Ireland: How not to run from a train
When I lived in Germany, I bought this slim volume of side-by-side translations of English jokes, explaining them and their underlying principles to curious Germans. The main lessons I think were that the English were fond of puns and mean to the Irish. This piece of comedy Eirophobia in particular stuck with me…
An Irishman was working on the railroad when he heard a train coming along the track he was fixing. In panic, he jumped up and started sprinting down the track as fast as he could go, but he’d only managed a hundred yards when it caught up and ran him over. When he came to in hospital, the foreman asked him “Paddy, why didn’t you just run up the side of the track?”, to which he replied “Don’t be silly. If I couldn’t beat it on the level, what chance would I have had going uphill?”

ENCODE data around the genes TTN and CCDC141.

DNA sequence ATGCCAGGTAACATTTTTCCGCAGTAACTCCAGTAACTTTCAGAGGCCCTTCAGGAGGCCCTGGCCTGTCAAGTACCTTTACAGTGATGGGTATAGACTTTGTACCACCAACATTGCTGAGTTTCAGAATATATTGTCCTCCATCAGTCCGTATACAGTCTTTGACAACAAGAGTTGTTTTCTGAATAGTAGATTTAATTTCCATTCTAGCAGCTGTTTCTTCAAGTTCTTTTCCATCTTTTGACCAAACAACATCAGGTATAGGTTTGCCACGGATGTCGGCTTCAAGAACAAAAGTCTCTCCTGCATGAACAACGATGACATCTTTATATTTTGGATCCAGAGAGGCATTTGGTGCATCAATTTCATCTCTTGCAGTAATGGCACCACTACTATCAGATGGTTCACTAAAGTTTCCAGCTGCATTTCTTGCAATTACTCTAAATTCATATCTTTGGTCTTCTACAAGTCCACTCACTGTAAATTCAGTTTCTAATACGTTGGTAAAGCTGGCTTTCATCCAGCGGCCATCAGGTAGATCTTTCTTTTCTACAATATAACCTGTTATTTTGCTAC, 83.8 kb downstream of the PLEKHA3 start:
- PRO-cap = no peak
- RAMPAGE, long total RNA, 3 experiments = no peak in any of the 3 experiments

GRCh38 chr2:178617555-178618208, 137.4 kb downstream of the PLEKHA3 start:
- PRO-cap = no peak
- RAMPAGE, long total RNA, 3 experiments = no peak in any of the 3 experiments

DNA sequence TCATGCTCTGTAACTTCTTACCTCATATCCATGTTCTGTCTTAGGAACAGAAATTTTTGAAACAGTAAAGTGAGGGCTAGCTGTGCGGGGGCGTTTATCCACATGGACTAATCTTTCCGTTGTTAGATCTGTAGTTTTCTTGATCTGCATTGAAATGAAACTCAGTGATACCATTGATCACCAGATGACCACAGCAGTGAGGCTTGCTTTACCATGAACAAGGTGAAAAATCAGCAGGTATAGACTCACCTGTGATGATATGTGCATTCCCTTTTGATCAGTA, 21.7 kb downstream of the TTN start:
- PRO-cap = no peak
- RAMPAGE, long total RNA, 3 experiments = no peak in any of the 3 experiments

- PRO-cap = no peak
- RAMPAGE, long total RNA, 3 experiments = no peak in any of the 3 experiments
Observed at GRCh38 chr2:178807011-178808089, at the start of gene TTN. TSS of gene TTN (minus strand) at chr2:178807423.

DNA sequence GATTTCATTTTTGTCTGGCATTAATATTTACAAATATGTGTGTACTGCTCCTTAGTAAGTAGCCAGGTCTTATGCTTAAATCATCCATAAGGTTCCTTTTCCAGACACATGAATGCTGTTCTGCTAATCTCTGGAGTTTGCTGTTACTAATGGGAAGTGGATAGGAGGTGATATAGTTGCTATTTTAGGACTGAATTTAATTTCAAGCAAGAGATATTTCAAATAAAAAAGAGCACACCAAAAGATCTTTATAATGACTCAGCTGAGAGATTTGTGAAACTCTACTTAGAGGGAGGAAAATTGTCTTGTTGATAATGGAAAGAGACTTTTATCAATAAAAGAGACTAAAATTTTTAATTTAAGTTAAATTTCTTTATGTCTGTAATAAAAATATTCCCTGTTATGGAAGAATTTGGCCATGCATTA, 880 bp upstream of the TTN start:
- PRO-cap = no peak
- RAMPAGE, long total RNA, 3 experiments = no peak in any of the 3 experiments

Political correctness luckily means Irish jokes are now less vogueish than when I was a yoof, so how surprised was I to see the self same joke in today’s Guardian?
“Ireland’s recovery from the deepest recession of any eurozone country came to a quick and unexpected end today when the Irish government announced that national output dropped by 1.2% in the second quarter of 2010.
After posting an increase in growth in the first three months of the year, official data showed that the former “Celtic Tiger” sank into a double dip recession in the spring.
News of the relapse rattled the financial markets and put additional pressure on Dublin’s unpopular coalition government, which had previously insisted that its tough budget cuts were helping to stabilise the economy.”
(hat tip Adam at ToUChstone blog)